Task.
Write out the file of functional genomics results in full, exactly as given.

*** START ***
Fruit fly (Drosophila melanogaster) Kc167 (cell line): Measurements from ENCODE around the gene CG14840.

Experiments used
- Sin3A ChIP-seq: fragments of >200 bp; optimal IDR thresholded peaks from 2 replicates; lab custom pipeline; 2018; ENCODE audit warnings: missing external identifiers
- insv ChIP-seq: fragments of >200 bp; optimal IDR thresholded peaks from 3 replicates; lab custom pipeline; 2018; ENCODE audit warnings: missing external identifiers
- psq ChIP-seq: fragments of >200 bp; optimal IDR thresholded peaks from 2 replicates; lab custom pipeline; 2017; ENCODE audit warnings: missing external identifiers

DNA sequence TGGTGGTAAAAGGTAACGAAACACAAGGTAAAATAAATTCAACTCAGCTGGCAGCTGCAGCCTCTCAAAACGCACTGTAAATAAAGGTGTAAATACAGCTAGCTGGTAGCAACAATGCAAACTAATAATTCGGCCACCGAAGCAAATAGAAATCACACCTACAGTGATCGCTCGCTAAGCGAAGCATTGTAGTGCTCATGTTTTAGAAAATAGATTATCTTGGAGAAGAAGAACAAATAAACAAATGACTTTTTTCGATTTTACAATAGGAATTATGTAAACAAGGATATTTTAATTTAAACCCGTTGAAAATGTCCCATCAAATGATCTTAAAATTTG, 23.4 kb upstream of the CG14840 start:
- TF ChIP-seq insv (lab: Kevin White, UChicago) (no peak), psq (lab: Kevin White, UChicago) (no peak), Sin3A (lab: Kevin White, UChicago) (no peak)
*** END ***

Fruit fly (Drosophila melanogaster) Kc167 (cell line): Measurements from ENCODE around the gene CG14840.

Experiments used
- Sin3A ChIP-seq: fragments of >200 bp; optimal IDR thresholded peaks from 2 replicates; lab custom pipeline; 2018; ENCODE audit warnings: missing external identifiers
- insv ChIP-seq: fragments of >200 bp; optimal IDR thresholded peaks from 3 replicates; lab custom pipeline; 2018; ENCODE audit warnings: missing external identifiers
- psq ChIP-seq: fragments of >200 bp; optimal IDR thresholded peaks from 2 replicates; lab custom pipeline; 2017; ENCODE audit warnings: missing external identifiers

DNA sequence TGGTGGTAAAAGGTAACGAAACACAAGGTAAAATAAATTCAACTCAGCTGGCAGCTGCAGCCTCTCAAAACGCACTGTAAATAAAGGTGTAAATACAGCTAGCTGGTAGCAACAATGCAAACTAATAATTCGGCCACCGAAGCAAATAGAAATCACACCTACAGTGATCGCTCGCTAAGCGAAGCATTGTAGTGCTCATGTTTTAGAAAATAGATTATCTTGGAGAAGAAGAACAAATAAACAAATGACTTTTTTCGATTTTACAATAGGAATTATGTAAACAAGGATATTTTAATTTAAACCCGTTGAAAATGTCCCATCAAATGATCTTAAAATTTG, 23.4 kb upstream of the CG14840 start:
- TF ChIP-seq insv (lab: Kevin White, UChicago) (no peak), psq (lab: Kevin White, UChicago) (no peak), Sin3A (lab: Kevin White, UChicago) (no peak)